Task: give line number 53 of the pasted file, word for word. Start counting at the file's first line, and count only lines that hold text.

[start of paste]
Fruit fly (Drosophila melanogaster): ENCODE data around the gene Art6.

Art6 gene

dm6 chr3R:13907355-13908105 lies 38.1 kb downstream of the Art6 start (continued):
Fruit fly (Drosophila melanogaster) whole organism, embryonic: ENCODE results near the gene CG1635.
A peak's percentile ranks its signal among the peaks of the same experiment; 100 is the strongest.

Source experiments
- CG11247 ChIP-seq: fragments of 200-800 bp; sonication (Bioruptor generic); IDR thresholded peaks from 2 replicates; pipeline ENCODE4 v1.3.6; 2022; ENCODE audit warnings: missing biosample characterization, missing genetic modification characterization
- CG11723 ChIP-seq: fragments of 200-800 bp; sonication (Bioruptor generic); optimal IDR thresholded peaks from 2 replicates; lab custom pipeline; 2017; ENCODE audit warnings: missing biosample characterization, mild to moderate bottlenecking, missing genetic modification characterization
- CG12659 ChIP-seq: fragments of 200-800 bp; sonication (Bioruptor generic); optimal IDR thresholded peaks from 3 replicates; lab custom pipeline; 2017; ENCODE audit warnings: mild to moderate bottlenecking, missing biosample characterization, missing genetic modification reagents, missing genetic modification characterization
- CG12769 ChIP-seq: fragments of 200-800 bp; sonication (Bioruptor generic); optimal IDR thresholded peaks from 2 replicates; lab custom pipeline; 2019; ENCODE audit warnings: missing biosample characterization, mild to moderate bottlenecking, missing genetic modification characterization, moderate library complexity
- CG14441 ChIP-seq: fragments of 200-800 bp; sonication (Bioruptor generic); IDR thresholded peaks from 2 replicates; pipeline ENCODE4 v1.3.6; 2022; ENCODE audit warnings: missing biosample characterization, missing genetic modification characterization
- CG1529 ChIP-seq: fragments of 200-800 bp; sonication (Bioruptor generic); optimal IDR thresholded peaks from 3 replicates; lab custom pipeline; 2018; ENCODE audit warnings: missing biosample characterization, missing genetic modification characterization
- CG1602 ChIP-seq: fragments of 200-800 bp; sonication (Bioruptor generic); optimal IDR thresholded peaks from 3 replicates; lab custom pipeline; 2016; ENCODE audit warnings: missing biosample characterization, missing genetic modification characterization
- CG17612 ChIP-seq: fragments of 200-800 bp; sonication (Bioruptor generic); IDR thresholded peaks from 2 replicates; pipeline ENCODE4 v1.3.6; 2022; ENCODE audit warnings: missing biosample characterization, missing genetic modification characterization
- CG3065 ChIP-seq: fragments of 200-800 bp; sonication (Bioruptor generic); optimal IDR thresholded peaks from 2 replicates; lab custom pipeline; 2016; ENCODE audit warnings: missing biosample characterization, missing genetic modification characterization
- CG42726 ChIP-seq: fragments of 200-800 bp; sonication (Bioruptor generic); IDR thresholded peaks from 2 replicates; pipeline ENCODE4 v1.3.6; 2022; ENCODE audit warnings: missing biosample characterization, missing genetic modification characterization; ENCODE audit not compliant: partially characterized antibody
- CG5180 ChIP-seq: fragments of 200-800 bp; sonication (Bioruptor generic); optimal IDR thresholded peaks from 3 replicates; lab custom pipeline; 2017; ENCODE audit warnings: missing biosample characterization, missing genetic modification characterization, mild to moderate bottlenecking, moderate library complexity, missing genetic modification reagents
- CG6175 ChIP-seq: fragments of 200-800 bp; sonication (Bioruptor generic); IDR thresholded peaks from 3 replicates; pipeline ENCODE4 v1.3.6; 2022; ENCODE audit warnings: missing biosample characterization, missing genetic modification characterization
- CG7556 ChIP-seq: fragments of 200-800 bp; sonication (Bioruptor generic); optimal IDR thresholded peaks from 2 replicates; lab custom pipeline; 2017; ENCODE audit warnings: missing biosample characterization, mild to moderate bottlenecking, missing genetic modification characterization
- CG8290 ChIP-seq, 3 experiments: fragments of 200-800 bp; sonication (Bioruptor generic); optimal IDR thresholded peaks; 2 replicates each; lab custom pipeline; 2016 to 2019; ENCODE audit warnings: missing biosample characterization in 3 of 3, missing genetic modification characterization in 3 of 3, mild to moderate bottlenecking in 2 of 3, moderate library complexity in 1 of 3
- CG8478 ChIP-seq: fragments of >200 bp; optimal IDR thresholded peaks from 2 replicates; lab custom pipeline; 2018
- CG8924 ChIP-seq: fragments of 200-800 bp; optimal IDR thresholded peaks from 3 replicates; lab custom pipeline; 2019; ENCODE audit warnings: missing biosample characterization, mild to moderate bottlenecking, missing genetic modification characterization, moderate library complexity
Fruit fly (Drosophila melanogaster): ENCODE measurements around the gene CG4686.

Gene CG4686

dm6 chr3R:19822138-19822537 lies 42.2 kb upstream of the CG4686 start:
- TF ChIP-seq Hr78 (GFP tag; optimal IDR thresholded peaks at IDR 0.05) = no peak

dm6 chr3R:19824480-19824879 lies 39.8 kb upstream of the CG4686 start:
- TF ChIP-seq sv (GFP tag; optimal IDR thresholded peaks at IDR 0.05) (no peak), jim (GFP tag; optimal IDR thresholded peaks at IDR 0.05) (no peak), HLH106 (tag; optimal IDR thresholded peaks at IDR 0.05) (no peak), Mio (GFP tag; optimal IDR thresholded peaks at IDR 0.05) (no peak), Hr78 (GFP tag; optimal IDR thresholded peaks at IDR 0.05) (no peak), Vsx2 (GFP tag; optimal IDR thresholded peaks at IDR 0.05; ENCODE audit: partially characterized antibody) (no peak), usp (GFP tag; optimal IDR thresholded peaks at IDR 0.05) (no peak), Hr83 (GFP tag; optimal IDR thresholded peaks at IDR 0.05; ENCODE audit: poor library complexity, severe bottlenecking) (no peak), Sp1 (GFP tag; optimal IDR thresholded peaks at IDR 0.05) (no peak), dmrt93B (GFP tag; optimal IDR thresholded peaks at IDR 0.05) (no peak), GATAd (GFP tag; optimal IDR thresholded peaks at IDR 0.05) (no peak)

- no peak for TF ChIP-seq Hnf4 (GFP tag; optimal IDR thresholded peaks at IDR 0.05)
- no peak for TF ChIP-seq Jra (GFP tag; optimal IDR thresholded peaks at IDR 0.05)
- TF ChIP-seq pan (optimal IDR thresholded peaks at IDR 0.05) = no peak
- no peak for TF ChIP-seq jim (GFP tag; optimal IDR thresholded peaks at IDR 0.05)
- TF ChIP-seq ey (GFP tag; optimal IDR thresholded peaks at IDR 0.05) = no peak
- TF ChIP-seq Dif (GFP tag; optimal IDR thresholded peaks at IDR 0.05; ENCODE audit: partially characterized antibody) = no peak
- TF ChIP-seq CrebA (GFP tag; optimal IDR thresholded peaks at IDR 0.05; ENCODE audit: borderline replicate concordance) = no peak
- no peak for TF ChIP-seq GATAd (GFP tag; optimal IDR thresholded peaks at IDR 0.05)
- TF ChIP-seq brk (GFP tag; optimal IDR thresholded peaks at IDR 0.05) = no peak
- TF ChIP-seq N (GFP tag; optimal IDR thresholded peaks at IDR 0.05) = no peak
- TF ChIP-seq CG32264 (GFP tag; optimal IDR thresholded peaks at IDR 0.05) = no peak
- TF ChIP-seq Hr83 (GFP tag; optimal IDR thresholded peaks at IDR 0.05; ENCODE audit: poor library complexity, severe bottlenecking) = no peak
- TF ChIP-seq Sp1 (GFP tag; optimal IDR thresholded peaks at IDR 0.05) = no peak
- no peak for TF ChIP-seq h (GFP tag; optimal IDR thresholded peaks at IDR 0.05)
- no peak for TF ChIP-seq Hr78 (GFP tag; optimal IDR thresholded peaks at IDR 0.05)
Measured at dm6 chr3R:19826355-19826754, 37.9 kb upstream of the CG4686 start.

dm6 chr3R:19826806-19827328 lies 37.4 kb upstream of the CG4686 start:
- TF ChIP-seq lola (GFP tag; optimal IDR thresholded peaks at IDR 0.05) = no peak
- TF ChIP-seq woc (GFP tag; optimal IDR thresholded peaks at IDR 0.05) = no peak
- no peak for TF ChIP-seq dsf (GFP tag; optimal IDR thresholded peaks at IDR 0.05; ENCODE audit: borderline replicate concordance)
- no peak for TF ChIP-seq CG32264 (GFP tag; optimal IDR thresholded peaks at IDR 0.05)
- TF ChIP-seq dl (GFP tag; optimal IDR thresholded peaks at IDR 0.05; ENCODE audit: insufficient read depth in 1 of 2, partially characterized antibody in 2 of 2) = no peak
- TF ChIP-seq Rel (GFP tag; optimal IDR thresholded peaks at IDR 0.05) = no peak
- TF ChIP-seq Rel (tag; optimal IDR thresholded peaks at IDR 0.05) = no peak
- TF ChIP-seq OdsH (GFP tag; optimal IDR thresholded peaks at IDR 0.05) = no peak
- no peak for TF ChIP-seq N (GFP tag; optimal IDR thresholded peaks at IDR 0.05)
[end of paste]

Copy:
- TF ChIP-seq OdsH (GFP tag; optimal IDR thresholded peaks at IDR 0.05) = no peak